PARAMEDICS have been honoured with a special award for going above and beyond the call of duty at the scene of a horrific car crash.

Richard Drozd and Deborah Bays were working together in August last year when they came across the serious crash on the A120 at Great Bromley.

A drink driver on the wrong side of the road had smashed into a car being driven by pensioner Ron Scannell with wife, Linda, in the passenger seat.

The crew had a patient on board but pulled over and performed CPR on Mr Scannell until further help arrived.

Sadly the 72-year-old, who lives in Kirby Cross, died as a result of his injuries.

Mrs Scannell suffered a broken arm and wrist, six broken ribs and a tear to the liver in the collision.

The medics also provided care to the drink driver Harrison Stokley, 25, who was also hurt in the crash.

Stokley admitted causing death and serious injury by dangerous driving.

He had driven his Skoda Octavia the wrong way down the road after missing a turning given to him by his sat-nav while trying to travel home to Goldhanger Road, Maldon, after a party.

Last month he was jailed for four years and four months at Ipswich Crown Court and also banned from driving for more than four years.

The paramedics were awarded the East of England Ambulance Service NHS Trust award for care at the Special Contribution awards.

The awards ceremony, held at Anglia Ruskin University’s Faculty of Medical Science in Chelmsford, welcomed more than 400 staff, volunteers, families, friends and guests to celebrate their achievements.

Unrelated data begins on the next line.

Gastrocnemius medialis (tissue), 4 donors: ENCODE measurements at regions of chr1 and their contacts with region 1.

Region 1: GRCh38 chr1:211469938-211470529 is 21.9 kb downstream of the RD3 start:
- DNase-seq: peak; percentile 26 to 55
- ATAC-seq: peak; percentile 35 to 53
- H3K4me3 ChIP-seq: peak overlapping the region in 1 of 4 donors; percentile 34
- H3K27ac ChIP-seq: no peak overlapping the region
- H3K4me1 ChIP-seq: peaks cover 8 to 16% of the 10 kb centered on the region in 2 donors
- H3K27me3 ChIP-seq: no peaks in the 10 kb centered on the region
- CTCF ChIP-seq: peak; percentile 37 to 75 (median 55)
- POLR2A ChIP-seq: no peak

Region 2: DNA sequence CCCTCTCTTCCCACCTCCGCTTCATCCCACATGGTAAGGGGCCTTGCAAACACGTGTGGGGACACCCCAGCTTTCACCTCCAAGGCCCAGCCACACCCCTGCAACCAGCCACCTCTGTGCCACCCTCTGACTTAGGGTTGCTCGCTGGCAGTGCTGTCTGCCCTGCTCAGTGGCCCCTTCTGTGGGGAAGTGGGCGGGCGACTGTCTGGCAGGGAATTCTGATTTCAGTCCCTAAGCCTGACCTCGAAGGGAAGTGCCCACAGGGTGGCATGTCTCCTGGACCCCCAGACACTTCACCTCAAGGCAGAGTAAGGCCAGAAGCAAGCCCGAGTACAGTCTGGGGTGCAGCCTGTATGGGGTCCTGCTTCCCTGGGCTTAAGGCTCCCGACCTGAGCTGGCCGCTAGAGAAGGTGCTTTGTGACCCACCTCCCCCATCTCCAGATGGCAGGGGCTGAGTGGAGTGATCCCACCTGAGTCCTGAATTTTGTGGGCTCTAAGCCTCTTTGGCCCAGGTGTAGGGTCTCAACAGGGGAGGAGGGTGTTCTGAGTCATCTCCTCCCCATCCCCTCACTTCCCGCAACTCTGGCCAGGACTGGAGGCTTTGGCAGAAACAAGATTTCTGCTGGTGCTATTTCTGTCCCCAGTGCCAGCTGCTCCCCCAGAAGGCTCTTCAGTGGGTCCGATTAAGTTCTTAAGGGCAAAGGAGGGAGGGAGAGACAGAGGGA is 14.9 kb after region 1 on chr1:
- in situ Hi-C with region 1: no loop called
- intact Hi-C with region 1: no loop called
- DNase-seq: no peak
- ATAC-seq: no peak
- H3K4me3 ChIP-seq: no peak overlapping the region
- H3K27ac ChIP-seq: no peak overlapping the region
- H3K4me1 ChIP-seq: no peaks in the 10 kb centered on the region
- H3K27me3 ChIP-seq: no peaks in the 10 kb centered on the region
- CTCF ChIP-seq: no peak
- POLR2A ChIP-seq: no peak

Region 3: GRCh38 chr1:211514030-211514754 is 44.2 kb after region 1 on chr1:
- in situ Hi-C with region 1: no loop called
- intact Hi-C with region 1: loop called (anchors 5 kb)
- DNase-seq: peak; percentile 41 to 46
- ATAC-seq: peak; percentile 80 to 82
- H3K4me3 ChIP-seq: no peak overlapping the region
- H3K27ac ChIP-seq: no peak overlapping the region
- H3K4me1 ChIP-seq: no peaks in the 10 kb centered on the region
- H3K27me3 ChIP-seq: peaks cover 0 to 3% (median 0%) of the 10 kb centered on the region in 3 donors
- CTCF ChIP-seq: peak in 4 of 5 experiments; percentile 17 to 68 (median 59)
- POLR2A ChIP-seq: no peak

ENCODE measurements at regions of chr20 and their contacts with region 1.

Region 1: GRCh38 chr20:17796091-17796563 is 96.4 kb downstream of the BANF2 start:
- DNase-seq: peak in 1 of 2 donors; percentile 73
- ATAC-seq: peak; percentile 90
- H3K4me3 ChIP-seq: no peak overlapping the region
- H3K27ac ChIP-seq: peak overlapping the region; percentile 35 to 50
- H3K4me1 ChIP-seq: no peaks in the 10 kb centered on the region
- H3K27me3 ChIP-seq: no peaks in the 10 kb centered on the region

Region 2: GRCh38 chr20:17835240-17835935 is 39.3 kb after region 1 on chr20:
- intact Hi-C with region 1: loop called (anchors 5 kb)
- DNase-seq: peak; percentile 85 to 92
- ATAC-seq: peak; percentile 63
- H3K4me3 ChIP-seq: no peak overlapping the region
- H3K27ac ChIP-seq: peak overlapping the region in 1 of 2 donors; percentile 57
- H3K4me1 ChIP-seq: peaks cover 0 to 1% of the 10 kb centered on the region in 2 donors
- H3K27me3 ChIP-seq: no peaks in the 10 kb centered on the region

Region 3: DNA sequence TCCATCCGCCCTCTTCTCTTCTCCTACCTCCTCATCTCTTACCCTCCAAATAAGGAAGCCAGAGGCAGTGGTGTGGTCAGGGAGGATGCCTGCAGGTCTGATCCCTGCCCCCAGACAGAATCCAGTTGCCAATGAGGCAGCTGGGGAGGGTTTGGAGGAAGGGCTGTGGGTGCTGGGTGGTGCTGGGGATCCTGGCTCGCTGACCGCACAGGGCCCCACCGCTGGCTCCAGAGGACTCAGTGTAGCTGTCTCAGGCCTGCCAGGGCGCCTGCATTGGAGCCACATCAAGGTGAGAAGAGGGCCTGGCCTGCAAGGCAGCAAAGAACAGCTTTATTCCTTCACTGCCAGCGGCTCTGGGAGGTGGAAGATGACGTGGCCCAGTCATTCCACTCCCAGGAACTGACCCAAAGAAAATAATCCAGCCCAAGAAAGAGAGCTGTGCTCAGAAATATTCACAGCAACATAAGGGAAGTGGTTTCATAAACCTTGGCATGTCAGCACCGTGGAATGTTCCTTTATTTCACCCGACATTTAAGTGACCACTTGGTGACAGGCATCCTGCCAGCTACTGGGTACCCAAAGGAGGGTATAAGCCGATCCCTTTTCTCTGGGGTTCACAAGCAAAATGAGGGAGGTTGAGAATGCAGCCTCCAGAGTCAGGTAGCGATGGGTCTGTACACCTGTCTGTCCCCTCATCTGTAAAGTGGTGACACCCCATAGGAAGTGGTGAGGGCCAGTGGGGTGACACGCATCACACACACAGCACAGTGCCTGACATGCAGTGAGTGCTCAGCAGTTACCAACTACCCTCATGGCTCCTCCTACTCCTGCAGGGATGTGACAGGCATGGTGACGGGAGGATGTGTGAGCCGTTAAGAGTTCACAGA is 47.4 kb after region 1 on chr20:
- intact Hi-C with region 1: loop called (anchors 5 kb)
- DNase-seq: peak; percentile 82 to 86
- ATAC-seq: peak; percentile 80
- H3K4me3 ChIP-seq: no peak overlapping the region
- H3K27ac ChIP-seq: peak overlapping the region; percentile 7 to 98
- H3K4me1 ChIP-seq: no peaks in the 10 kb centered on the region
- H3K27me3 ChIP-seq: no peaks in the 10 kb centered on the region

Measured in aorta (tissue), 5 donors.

The crew were also honoured for their dedication on a separate incident when they carried out an urgent journey between Colchester General Hospital and Luton so a mother could be with her gravely ill baby.

Both worked through the night and well over their 12 hour shift to ensure mum and baby were reunited.

After the awards ceremony, trust chief executive Robert Morton hailed all staff members for their dedication.

He said: “None of the progress we have made in the past or will make in the future is possible without the compassion, commitment and contribution of all of our people, whether they be directors, managers, staff or volunteers supporting their communities.

“We also know that what they do is simply not possible without the support they receive from their families and loved ones.

“These people tirelessly support and encourage their loved ones and our colleagues which means they can do what they do best, support the community.”

Ambulance staff were also honoured for 20, 25, and 35 years of time in the job and the Queen’s Medal for long service and good conduct.